At least $300 million needs to be spent urgently to clean up millions of tonnes of mud and chemical pollution pouring into the Great Barrier Reef every year, to boost the reef’s immunity to climate change, according to a new report from WWF.
The Federal Government had to act now to give the reef its best chance of avoiding future degradation, the environment group said.
Its assessment comes before the release of a federal report widely believed to show a dramatic increase in pollution levels in Queensland rivers and creeks feeding into the reef.
Reefs worldwide are under threat. A University of North Carolina study published on Wednesday said large-scale degradation of the world’s coral reefs was much worse than previously thought. Over the past two decades, coral had disappeared at five times the rate of the planet’s rainforests, it said.
WWF said more than 90 per cent of the Great Barrier Reef’s pollution came from soil, hazardous chemicals and pesticides washing off farms and sugarcane plantations.
“We are creating a milkshake in the reef that is feeding the larvae of crown-of-thorns starfish,” said Nick Heath, of WWF-Australia.
A reef protection plan signed by the Federal and Queensland governments four years ago had helped identify where the pollution was coming from – soil erosion along riverbanks because of too many cattle being run on properties, and excessive amounts of fertiliser being used by cane farmers, Mr Heath said.
Now the Government needed to invest in programs that would accelerate the take-up of world’s-best farming practice in those catchments along the reef that were carrying the most pollution offshore.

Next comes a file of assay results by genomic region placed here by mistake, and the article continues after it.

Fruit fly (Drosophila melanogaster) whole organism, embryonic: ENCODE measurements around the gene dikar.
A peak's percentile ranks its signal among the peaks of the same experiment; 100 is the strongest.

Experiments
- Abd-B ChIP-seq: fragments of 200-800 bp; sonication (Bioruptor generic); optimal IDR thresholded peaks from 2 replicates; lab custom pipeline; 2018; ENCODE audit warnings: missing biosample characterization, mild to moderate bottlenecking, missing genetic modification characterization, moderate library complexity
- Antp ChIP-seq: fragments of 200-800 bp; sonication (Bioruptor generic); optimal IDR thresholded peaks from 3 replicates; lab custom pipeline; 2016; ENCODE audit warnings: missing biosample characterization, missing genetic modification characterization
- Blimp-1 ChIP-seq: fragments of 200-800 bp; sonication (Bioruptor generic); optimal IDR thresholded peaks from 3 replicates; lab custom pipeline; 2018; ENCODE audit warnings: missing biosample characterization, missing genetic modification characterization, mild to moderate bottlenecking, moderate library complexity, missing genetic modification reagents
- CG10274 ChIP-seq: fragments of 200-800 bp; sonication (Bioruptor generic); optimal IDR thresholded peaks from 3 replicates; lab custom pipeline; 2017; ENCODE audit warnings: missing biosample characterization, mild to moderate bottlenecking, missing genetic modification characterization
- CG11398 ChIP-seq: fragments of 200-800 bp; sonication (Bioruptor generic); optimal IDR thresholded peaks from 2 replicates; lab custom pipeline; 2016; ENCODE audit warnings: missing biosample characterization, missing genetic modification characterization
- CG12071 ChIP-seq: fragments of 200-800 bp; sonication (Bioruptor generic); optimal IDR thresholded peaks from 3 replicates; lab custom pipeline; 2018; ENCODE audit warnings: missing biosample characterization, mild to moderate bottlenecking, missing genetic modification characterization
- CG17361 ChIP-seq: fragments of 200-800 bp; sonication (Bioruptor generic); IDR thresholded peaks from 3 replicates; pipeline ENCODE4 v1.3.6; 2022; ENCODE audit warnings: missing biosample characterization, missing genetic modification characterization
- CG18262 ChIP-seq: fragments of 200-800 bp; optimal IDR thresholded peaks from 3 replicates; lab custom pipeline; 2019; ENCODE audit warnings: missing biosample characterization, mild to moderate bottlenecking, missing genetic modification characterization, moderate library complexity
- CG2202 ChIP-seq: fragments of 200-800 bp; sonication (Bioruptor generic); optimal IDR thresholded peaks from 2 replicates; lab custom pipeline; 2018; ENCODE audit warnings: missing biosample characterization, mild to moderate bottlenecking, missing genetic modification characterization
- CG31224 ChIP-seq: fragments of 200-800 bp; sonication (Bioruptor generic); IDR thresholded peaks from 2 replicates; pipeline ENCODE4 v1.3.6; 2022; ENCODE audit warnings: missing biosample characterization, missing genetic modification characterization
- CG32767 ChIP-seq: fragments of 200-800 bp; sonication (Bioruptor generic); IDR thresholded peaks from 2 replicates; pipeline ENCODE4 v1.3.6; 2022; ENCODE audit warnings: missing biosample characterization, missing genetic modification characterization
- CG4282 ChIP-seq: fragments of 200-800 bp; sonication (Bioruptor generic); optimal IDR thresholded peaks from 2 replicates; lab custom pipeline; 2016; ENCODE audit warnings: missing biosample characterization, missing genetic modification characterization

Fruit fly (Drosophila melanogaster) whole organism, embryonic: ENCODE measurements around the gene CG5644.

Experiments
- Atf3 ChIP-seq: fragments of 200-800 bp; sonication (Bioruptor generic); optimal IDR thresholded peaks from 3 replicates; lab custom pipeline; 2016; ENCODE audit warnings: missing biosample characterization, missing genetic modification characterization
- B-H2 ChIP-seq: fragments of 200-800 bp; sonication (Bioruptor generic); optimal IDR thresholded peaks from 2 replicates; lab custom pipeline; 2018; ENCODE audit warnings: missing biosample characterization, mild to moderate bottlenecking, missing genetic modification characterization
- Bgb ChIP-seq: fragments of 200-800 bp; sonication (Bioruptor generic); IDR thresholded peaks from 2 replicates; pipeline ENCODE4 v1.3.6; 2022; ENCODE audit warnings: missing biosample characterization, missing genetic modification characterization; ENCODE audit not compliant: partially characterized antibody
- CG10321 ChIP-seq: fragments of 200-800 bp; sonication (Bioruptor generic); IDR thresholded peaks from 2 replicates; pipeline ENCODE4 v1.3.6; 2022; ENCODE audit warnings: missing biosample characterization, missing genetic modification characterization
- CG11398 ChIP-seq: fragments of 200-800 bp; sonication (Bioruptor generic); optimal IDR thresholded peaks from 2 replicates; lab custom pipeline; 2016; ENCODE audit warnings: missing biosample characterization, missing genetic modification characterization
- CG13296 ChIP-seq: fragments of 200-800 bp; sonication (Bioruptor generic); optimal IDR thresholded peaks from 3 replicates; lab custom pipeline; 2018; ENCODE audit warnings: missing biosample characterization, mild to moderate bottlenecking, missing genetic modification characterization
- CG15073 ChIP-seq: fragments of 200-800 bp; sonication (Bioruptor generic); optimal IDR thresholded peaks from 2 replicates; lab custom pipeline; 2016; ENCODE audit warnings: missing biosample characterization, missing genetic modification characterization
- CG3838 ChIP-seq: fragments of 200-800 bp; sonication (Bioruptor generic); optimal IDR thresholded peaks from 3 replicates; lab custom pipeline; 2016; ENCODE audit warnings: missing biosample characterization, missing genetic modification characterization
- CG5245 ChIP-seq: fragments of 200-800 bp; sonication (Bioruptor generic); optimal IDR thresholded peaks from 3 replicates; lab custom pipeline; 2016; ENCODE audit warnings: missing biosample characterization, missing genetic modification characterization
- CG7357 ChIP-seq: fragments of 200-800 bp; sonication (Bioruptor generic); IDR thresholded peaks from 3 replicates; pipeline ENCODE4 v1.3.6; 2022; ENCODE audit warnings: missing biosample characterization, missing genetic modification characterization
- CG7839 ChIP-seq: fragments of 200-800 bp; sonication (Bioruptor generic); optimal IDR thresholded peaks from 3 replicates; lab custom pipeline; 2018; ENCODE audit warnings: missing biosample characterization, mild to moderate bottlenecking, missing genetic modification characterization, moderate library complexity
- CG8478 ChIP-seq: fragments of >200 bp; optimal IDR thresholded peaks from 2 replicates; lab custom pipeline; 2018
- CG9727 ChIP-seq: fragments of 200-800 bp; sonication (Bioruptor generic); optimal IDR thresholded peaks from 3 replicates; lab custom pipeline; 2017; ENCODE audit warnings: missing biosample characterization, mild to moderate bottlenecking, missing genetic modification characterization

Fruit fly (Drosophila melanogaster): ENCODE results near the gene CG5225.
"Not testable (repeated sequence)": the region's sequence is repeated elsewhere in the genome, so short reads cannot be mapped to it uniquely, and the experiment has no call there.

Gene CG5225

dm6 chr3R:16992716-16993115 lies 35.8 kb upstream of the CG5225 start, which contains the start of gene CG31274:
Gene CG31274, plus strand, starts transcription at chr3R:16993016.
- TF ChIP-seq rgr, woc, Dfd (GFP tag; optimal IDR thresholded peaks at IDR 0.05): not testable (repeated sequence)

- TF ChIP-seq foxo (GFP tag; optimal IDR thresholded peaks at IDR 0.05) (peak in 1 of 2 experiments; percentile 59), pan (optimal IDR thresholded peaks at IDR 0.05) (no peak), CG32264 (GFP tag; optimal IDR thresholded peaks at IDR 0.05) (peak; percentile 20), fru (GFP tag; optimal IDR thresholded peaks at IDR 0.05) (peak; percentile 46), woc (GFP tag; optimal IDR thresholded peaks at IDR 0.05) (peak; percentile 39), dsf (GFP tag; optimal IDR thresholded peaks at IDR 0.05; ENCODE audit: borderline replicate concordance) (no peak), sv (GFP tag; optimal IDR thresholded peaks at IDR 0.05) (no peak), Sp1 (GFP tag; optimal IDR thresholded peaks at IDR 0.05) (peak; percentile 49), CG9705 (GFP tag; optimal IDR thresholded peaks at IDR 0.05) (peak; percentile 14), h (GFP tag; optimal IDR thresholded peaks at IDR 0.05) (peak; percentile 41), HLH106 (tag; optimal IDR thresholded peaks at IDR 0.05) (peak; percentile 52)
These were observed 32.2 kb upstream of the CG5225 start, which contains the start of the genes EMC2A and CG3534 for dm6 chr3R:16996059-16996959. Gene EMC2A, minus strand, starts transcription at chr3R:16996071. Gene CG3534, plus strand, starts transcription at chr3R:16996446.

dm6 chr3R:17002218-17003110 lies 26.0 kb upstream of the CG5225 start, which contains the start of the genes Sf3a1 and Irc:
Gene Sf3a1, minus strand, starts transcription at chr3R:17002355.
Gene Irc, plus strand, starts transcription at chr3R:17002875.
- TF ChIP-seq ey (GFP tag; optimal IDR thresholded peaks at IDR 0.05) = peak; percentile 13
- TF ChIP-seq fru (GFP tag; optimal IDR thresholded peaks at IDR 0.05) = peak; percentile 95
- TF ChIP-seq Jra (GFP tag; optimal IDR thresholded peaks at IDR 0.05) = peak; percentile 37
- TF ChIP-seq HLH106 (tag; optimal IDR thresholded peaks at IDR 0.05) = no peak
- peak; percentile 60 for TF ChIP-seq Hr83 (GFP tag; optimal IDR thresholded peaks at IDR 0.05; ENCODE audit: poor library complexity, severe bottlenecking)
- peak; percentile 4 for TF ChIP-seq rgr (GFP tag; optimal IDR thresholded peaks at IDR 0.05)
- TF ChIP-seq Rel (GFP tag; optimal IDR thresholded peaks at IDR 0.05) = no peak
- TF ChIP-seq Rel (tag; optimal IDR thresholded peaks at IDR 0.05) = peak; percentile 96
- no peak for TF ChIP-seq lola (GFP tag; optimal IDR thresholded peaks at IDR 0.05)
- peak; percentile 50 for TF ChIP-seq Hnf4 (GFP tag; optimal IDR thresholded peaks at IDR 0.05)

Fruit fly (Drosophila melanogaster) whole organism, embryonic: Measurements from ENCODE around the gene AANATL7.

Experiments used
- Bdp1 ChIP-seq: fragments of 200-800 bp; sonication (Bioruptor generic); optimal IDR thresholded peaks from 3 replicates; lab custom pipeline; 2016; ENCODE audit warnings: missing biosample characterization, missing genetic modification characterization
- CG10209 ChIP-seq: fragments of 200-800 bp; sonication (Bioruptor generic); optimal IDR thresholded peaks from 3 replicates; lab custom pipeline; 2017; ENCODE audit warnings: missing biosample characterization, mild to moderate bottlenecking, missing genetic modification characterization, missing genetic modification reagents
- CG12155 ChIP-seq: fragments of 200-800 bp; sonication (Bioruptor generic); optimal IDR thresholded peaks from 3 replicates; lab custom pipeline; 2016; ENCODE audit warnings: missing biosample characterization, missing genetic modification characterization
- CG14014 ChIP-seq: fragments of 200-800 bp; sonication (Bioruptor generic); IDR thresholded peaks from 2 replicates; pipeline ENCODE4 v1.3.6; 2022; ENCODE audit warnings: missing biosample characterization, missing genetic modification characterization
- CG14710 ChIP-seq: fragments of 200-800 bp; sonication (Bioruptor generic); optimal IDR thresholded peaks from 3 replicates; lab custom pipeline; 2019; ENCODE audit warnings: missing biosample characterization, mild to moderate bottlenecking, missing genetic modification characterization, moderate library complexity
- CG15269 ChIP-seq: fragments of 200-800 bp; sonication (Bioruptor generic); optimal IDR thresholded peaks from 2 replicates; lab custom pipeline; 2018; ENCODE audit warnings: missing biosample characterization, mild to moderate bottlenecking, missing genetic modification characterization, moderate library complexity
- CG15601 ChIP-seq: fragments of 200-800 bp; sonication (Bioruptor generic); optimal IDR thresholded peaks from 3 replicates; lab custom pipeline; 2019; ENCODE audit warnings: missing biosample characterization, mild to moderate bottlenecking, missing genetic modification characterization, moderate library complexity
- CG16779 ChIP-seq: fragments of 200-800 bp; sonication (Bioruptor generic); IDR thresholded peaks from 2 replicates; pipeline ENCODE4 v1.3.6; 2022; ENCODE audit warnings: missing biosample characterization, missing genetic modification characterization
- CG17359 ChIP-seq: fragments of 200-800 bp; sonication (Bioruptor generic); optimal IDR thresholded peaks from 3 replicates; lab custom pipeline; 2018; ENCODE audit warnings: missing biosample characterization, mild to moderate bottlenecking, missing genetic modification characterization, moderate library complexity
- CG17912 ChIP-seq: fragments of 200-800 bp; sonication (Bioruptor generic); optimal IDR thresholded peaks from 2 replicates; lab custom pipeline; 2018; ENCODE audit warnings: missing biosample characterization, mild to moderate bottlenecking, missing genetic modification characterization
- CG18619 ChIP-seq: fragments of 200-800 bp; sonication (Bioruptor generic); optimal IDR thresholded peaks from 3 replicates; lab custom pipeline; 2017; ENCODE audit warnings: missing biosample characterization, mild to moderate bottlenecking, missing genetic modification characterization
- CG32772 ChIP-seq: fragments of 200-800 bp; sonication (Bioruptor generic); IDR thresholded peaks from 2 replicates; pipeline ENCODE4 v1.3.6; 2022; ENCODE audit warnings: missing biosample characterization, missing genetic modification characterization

The North Carolina report prompted the Opposition’s environment spokesman, Peter Garrett, to say on Wednesday that a Labor government would fast-track a climate change adaptation plan for the reef.
“The Great Barrier Reef is our greatest natural asset but the failure of the Howard Government to introduce a comprehensive climate change plan is compounding its risk of extinction,” he said.
“The reef contributes nearly $6 billion to the economy and sustains 63,000 jobs. The Queensland economy will be permanently damaged if we fail to deliver comprehensive climate change solutions that secure the reef’s future.”
Last month the Environment Minister, Malcolm Turnbull, announced an initiative that involved the Great Barrier Reef Marine Park Authority working closely with local councils in the reef’s catchment area to protect wetlands and improve urban stormwater quality.
Yesterday his office said a 2006 annual report from the authority on water quality monitoring would be released soon but provided no details of its contents.
It is believed the months-old report shows up to 80 per cent of the rivers and creeks in the reef’s catchment have breached federal guidelines on run-off and pollution.
Source: Sydney Morning Herald